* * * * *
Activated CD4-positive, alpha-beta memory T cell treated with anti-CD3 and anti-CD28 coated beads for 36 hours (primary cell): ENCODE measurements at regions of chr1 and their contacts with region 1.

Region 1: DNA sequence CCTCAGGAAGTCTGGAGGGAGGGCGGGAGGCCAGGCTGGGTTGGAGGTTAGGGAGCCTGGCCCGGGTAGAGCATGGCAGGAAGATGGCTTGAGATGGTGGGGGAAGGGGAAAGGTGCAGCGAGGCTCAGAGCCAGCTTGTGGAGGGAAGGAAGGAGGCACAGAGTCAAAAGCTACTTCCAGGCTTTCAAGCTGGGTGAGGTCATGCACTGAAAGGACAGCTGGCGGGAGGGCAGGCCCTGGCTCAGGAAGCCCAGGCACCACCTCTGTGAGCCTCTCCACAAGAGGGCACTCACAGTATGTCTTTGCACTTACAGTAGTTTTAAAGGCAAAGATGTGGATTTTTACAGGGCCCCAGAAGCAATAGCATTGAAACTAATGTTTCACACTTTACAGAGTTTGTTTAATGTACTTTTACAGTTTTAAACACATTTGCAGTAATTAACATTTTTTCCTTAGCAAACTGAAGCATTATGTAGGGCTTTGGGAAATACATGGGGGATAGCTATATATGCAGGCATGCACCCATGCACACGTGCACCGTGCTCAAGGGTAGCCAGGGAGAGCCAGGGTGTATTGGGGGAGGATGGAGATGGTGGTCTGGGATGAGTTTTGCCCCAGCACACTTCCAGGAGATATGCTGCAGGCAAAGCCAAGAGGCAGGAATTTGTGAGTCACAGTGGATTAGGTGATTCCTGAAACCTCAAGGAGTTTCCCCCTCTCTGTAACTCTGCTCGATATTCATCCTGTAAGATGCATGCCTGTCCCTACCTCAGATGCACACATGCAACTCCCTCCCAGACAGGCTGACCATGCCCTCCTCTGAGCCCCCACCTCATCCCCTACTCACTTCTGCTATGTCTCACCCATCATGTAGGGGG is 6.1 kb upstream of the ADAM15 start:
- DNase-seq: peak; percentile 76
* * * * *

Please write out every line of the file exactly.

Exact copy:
Activated CD4-positive, alpha-beta memory T cell treated with anti-CD3 and anti-CD28 coated beads for 36 hours (primary cell): ENCODE measurements at regions of chr1 and their contacts with region 1.

Region 1: DNA sequence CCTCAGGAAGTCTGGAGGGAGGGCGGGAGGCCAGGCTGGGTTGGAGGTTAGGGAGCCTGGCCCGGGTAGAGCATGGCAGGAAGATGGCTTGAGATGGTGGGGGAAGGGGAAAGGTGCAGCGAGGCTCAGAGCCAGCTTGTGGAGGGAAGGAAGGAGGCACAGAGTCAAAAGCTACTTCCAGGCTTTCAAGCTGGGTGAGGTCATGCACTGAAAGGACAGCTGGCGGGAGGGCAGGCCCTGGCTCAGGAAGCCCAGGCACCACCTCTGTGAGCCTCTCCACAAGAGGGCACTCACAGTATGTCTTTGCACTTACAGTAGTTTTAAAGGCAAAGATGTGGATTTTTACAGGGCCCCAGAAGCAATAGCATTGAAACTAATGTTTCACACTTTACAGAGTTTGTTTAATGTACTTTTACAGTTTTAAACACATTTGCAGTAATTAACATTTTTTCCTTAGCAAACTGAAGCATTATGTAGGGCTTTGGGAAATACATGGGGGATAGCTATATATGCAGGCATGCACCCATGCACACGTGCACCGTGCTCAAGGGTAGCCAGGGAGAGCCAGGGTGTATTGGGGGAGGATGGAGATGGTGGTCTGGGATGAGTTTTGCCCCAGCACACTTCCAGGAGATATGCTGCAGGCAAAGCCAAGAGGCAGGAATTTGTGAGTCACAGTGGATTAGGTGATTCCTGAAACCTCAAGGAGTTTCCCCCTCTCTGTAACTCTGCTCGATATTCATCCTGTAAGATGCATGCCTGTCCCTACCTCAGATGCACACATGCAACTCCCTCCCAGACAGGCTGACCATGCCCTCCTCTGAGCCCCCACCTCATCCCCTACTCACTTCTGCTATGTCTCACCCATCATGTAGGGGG is 6.1 kb upstream of the ADAM15 start:
- DNase-seq: peak; percentile 76